(Reuters) – The U.S. Senate in a rare Saturday session worked on a bill that would spend $1 trillion on roads, rail lines, and other infrastructure, as lawmakers from both parties sought to advance President Joe Biden’s top legislative priority.
The ambitious plan has the backing of Democrats and Republicans alike and has already cleared two hurdles by broad margins in the closely divided Senate.
But so far no lawmakers have seen the final text of the bill, which includes about $550 billion in new spending and was still being written on Saturday. Earlier votes were for a shell bill that the actual legislation will be added to once it is complete.
“Once the bipartisan group completes the legislative text, I will offer it as a substitute amendment,” top Senate Democrat Chuck Schumer said on Saturday.
The Senate is going to move forward on both tracks of infrastructure before the beginning of the August recess. The longer it takes to finish, the longer we’ll be here. But we’re going to get the job done.”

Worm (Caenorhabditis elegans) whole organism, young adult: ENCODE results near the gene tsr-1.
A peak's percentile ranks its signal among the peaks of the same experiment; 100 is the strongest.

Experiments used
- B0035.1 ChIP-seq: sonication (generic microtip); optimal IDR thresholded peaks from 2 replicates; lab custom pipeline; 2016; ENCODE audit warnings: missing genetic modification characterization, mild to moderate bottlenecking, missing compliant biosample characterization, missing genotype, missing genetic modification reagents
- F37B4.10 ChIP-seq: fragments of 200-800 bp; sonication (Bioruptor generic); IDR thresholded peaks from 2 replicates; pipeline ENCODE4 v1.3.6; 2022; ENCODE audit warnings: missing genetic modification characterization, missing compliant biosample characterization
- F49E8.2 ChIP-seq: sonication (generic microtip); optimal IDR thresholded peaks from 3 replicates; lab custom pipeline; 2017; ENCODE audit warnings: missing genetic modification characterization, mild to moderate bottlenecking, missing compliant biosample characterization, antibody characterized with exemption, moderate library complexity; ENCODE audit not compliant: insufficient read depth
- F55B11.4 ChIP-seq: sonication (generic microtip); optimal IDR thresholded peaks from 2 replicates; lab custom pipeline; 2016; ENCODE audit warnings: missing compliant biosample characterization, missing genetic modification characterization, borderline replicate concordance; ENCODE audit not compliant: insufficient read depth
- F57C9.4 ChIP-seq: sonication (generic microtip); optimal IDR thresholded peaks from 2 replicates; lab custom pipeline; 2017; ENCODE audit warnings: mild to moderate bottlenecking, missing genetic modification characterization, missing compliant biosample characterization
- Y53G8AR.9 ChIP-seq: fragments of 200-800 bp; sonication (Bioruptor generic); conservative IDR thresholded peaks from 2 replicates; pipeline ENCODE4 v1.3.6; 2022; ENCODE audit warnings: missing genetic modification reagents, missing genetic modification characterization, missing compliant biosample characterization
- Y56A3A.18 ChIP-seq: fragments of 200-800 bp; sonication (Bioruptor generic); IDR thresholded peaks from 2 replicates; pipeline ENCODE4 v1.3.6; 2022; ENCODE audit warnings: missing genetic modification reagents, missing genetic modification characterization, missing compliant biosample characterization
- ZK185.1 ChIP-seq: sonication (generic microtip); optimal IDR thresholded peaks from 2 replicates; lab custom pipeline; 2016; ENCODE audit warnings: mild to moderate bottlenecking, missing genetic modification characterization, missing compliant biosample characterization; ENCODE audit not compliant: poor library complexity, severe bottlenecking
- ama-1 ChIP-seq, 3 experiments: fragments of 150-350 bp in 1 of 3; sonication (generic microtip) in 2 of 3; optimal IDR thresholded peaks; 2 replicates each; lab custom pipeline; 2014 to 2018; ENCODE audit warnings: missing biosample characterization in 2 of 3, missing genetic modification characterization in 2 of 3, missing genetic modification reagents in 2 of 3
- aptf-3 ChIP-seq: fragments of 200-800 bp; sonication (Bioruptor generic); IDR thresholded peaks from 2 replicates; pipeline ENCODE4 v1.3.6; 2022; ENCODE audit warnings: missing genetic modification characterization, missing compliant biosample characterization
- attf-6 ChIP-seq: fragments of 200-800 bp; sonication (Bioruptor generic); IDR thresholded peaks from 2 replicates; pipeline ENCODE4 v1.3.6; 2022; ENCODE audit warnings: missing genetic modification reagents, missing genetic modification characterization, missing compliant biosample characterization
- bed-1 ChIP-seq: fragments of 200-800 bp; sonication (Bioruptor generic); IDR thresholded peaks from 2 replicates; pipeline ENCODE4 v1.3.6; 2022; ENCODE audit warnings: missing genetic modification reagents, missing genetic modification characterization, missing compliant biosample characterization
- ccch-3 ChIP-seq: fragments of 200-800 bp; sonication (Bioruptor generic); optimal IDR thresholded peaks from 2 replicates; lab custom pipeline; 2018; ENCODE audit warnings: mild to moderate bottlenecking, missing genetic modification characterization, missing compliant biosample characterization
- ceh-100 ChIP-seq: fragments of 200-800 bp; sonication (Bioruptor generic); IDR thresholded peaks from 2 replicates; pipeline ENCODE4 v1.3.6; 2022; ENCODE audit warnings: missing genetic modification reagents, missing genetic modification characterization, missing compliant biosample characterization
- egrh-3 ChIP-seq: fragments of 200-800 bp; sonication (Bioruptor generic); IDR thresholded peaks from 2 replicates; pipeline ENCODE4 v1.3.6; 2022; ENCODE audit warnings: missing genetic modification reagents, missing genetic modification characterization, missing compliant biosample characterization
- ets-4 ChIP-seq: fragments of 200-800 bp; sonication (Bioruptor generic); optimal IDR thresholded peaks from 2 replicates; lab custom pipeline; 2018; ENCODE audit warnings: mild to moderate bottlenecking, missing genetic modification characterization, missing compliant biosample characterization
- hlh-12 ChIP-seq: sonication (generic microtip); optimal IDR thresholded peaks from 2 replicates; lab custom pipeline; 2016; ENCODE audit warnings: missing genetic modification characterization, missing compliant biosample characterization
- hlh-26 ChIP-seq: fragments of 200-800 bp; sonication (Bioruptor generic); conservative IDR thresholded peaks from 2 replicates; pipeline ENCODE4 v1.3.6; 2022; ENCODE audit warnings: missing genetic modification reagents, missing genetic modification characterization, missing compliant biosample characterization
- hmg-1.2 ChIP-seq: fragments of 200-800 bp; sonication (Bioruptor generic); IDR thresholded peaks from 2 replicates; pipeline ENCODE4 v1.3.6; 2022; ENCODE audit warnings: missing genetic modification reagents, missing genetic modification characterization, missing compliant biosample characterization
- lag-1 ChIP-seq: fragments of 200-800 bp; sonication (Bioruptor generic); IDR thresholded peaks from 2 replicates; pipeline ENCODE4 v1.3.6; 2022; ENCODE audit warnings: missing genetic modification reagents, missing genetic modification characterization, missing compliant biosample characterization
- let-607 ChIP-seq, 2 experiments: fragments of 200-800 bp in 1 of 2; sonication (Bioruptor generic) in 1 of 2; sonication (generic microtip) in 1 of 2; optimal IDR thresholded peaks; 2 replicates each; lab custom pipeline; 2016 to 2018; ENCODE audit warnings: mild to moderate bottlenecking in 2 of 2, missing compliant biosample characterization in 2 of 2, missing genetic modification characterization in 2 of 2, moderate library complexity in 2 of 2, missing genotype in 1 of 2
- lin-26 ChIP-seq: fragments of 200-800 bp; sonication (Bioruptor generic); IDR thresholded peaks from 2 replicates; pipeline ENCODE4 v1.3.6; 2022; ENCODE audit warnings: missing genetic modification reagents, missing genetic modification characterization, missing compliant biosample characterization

After passing the $1 trillion bill, Schumer aims to push forward on a sweeping $3.5 trillion package that focuses on climate change and home care for the elderly and children. That faces staunch Republican opposition and some dissent among moderate Democrats.
The Senate voted 66-28 on Friday to take up the bill, with 16 Republicans joining all 48 Democrats and two independents in support.
The package would dramatically increase the nation’s spending on roads, bridges, transit, and airports. Supporters predicted it will ultimately pass the Senate and House of Representatives, eventually reaching Biden’s desk for him to sign it into law.
It includes about $550 billion in new spending, on top of $450 billion that was previously approved. It also includes money for eliminating lead water pipes and building electric vehicle charging stations.
The bill does not include funding for most climate change and social initiatives that Democrats aim to pass in the separate $3.5 trillion measure without Republican support.
Democrats hold razor-thin margins in both the Senate and the House of Representatives, meaning the party must stick together to achieve its legislative goals.
Progressive members of the House Democratic caucus have already suggested the $1 trillion packages is inadequate, and the Senate could likewise impose changes that could complicate its chances of becoming law.
But supporters, including Schumer and Republican Senate leader Mitch McConnell, have been optimistic about its prospects.